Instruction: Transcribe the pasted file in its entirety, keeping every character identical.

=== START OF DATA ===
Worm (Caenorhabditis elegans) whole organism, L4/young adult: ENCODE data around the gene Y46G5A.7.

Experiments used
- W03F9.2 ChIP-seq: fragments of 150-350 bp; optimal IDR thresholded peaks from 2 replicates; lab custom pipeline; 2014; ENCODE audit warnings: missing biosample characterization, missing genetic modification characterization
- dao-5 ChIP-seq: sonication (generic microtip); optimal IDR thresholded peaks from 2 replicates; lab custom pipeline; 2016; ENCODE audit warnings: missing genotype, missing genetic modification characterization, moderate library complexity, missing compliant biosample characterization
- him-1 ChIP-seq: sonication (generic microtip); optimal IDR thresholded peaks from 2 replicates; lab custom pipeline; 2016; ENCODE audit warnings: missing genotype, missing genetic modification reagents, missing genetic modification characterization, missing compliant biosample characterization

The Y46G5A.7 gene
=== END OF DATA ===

Worm (Caenorhabditis elegans) whole organism, L4/young adult: ENCODE data around the gene Y46G5A.7.

Experiments used
- W03F9.2 ChIP-seq: fragments of 150-350 bp; optimal IDR thresholded peaks from 2 replicates; lab custom pipeline; 2014; ENCODE audit warnings: missing biosample characterization, missing genetic modification characterization
- dao-5 ChIP-seq: sonication (generic microtip); optimal IDR thresholded peaks from 2 replicates; lab custom pipeline; 2016; ENCODE audit warnings: missing genotype, missing genetic modification characterization, moderate library complexity, missing compliant biosample characterization
- him-1 ChIP-seq: sonication (generic microtip); optimal IDR thresholded peaks from 2 replicates; lab custom pipeline; 2016; ENCODE audit warnings: missing genotype, missing genetic modification reagents, missing genetic modification characterization, missing compliant biosample characterization

The Y46G5A.7 gene